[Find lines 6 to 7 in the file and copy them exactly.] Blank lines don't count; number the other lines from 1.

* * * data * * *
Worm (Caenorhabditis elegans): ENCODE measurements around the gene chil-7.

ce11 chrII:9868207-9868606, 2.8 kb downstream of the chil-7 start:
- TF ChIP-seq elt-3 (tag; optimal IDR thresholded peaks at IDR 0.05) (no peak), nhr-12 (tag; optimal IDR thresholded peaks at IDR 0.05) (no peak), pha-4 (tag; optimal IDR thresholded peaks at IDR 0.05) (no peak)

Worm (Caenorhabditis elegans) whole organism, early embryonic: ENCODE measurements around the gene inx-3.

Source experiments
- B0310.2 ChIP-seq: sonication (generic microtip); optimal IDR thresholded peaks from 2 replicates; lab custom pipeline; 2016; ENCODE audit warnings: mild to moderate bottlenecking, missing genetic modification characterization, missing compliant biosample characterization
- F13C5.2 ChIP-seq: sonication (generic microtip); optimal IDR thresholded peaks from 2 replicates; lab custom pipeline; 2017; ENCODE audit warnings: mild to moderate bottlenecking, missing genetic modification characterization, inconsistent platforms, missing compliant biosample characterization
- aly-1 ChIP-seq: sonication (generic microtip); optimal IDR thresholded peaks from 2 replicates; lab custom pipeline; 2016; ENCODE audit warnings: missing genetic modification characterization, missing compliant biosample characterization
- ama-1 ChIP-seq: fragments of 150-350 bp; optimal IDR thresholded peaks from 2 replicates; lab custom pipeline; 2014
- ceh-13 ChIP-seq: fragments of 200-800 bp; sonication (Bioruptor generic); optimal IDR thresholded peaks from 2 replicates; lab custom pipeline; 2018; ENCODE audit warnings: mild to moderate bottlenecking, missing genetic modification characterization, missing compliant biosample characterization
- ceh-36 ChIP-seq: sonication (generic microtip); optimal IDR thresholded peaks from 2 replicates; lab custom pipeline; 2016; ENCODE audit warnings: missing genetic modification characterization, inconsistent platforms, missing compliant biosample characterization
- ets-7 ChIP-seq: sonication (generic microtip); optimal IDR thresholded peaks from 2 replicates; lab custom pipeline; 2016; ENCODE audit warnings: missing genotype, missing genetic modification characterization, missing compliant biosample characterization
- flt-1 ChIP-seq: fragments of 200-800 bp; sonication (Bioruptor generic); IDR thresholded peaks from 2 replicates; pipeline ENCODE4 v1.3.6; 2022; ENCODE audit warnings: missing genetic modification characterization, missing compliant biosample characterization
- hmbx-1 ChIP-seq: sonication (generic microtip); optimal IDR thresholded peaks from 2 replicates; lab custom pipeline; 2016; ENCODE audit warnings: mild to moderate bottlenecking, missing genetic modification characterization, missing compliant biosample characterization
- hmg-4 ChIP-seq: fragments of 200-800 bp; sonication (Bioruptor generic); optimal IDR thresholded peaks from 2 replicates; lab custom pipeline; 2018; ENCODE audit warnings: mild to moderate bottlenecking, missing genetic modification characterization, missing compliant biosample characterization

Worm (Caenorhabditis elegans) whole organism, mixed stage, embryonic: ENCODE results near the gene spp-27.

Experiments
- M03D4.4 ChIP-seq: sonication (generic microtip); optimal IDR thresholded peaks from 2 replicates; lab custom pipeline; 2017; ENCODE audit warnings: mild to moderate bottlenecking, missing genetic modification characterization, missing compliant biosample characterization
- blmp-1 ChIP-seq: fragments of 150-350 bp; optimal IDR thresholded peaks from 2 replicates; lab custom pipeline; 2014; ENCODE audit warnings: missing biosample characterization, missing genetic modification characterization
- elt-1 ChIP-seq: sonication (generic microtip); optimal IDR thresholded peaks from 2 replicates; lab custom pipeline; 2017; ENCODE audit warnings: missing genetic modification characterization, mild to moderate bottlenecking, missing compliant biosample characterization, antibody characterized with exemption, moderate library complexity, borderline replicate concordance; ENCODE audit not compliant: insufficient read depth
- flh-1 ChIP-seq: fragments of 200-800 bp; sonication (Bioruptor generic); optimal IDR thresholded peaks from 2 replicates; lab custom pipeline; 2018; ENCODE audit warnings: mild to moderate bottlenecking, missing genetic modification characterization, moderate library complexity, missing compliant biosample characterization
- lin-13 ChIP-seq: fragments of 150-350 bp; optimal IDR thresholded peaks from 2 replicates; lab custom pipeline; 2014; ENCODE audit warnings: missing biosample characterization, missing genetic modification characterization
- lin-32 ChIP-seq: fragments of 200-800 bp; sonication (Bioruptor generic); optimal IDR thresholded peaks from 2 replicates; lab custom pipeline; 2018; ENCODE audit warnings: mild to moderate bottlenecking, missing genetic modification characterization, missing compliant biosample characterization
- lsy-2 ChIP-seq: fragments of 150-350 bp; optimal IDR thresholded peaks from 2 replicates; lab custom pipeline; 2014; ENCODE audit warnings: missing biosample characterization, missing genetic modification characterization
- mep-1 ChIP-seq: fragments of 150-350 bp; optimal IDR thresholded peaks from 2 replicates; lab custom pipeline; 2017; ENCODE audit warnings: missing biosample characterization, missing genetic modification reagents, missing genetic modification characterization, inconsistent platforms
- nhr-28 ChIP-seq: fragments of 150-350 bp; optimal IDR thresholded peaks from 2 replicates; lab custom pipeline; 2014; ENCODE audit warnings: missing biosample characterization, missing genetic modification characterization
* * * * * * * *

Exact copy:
- B0310.2 ChIP-seq: sonication (generic microtip); optimal IDR thresholded peaks from 2 replicates; lab custom pipeline; 2016; ENCODE audit warnings: mild to moderate bottlenecking, missing genetic modification characterization, missing compliant biosample characterization
- F13C5.2 ChIP-seq: sonication (generic microtip); optimal IDR thresholded peaks from 2 replicates; lab custom pipeline; 2017; ENCODE audit warnings: mild to moderate bottlenecking, missing genetic modification characterization, inconsistent platforms, missing compliant biosample characterization